So how safe is all this Face ID?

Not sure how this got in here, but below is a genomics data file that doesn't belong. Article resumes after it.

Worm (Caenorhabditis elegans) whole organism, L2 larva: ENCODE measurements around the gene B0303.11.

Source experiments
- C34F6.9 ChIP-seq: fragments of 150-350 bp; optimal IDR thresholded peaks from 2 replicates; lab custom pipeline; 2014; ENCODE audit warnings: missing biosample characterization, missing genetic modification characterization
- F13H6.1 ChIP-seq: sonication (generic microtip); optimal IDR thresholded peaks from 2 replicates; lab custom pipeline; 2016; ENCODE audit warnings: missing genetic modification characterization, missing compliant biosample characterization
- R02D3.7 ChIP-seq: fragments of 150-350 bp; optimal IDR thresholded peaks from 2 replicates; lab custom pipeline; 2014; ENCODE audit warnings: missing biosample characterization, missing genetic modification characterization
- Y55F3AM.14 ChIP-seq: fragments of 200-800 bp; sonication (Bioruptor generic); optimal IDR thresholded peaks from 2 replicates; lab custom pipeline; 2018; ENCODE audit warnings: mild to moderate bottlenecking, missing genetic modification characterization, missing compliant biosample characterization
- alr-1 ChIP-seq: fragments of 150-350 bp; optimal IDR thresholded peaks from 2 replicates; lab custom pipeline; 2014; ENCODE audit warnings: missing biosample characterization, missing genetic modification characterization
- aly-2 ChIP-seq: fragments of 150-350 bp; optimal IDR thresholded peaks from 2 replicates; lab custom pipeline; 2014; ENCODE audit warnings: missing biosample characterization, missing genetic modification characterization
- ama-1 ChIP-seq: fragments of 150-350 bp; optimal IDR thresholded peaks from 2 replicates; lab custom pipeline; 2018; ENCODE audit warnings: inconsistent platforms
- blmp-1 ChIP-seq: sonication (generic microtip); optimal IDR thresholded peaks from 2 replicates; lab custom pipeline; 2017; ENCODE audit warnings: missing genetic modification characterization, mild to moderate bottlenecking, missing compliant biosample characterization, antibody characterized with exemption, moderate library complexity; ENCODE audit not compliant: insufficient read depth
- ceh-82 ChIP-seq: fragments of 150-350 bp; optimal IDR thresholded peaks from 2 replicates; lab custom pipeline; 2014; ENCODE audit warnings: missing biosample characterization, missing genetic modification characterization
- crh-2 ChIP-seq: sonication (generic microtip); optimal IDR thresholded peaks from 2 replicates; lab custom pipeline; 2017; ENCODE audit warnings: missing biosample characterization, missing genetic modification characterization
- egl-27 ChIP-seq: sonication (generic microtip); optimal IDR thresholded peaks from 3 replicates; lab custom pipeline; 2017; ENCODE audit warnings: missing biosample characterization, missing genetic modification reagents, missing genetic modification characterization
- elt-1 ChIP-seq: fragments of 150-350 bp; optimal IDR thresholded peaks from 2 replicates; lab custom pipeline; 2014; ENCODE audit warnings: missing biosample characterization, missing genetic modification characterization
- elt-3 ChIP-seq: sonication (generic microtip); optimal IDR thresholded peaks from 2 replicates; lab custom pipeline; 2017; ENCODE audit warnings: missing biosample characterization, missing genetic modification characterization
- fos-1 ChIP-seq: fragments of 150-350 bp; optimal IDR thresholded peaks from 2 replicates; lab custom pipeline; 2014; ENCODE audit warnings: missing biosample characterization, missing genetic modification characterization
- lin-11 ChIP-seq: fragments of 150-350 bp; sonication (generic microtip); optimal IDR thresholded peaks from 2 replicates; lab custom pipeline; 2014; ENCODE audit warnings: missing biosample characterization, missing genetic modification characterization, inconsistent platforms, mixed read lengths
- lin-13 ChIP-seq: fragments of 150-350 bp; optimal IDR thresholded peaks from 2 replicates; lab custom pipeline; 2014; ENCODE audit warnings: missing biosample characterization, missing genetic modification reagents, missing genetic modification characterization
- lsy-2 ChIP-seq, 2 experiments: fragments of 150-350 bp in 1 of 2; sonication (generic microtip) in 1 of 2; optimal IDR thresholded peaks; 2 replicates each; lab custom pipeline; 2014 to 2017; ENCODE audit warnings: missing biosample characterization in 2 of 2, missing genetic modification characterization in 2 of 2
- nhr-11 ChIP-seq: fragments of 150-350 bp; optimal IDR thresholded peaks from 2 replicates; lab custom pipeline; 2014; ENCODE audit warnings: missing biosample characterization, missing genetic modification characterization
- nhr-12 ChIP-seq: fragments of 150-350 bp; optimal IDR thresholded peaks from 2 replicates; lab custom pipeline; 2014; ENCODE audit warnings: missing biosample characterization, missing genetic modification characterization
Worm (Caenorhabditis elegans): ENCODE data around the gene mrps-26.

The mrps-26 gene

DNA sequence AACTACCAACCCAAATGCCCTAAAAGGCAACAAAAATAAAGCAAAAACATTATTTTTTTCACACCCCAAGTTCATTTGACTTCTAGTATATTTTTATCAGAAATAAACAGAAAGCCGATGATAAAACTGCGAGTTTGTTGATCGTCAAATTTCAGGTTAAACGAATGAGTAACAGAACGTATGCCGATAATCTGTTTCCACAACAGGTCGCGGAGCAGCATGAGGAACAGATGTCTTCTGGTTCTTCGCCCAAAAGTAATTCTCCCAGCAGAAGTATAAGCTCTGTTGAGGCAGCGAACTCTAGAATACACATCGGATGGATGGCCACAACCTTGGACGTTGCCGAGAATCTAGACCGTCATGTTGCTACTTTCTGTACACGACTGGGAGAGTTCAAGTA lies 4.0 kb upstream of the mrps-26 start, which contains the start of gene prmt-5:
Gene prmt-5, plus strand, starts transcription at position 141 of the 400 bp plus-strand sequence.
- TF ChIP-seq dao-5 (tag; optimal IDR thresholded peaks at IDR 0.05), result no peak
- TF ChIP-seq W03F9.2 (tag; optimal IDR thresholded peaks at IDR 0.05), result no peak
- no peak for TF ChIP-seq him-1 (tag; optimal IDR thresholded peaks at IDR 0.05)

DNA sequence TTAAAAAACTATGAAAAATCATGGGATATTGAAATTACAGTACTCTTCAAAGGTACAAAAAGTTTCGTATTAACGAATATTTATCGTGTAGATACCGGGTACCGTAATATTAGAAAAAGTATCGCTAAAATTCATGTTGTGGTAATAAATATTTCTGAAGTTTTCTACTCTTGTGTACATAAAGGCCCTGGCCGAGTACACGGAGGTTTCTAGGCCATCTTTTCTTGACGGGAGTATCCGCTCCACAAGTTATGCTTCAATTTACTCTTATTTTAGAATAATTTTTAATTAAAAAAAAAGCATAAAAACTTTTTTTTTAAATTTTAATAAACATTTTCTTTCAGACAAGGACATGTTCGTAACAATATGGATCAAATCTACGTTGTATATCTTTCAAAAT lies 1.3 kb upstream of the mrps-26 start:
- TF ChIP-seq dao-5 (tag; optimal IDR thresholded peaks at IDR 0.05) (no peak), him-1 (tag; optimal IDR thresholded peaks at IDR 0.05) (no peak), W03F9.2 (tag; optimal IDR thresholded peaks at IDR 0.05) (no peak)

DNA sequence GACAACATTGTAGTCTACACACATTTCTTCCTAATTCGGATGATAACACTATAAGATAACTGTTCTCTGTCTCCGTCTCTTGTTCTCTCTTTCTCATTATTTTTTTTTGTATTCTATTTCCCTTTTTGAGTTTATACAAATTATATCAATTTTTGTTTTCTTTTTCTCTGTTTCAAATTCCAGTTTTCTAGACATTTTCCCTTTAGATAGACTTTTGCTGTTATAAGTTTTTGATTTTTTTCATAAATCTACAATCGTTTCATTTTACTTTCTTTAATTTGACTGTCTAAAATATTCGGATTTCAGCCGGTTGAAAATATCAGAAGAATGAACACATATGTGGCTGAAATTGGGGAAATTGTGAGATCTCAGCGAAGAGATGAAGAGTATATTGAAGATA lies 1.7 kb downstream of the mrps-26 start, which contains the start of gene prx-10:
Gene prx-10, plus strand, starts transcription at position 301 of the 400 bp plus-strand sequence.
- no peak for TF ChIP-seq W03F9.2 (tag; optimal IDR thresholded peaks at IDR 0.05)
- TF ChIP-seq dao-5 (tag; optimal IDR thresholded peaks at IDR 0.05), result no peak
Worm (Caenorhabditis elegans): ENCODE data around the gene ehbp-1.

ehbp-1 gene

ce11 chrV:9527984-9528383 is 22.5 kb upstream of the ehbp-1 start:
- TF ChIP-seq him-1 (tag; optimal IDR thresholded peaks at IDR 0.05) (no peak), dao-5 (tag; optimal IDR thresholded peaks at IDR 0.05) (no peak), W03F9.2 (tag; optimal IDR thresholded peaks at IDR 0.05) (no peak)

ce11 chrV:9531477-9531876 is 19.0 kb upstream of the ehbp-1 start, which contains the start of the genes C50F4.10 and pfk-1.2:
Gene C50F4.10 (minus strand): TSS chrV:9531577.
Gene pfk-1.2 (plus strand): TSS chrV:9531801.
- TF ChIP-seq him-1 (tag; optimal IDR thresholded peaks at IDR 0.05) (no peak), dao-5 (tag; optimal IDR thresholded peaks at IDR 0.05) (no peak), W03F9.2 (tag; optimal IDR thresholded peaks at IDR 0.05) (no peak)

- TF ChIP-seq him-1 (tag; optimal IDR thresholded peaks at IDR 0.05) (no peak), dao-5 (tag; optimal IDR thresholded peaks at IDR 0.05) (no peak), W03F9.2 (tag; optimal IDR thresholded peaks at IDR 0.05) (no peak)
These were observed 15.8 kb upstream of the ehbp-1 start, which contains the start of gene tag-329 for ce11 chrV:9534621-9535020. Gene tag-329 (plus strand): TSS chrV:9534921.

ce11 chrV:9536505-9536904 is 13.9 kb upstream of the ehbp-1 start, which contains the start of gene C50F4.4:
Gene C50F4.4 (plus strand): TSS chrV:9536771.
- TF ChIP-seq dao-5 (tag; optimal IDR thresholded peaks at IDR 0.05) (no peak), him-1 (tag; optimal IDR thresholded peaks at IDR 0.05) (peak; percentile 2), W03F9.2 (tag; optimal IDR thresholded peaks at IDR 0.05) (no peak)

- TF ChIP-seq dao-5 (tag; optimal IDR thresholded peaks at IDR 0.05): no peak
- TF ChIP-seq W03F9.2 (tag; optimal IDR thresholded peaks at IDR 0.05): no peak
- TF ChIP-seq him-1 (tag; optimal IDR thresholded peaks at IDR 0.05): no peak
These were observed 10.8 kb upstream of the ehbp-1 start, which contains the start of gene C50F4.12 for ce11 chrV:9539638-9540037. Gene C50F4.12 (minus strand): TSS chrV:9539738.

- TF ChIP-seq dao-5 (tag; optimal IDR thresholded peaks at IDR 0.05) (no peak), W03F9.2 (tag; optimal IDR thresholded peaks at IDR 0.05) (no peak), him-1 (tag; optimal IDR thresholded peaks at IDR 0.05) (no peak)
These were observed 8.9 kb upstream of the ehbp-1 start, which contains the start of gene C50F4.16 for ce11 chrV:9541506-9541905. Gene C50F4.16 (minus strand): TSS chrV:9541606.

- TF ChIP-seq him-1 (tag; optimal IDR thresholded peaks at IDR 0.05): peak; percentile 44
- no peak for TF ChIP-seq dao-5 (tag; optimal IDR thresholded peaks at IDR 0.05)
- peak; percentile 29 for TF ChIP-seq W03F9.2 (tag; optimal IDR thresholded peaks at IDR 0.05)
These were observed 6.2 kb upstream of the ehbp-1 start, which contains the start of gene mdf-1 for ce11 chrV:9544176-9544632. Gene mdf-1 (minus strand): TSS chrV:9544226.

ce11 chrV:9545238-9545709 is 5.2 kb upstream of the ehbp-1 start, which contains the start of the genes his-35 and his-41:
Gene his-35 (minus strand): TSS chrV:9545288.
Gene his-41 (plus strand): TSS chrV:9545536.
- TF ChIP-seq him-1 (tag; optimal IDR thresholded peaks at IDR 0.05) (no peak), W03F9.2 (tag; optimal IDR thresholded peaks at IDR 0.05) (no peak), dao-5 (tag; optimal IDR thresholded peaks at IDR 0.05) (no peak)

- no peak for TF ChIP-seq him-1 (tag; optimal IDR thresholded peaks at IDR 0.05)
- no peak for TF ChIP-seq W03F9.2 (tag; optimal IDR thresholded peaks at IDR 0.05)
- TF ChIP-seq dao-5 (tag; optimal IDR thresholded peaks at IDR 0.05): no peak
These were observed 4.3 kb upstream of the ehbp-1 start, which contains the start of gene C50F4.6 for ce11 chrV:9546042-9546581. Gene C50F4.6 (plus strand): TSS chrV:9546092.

THE release of the iPhone X with sophisticated facial identification technology has left some wondering how safe our privacy is. Apple says it has gone to incredible lengths to ensure that Face ID information is not shared or can in any way be targeted by hackers. If anything, it argues that it strengthens people’s privacy by making it nearly impossible for others to access their phone, messages or private information. Using its Touch ID system, Apple says the chances of being hacked is one in 50,000. With Face ID, that chance diminishes to one in 1 million. There is no ‘photo’ taken of your face. Instead it captures a depth map and infrared image. “A portion of the A11 Bionic chip’s neural engine – protected within the Secure Enclave – transforms the depth map and infrared image into a mathematical representation and compares that representation to the enrolled facial data,’’ Apple says. “Face ID automatically adapts to changes in your appearance, such as wearing cosmetic makeup or growing facial hair.” It is designed to work with hats, scarves, glasses, contact lenses and most sunglasses, even in total darkness. We’ve been using Face ID for the past few days and it works very quickly. I wear glasses – something that proved a stumbling block to facial recognition on Samsung’s flagship Note8. In contrast, Apple’s Face ID works very well – including when using Apple Pay.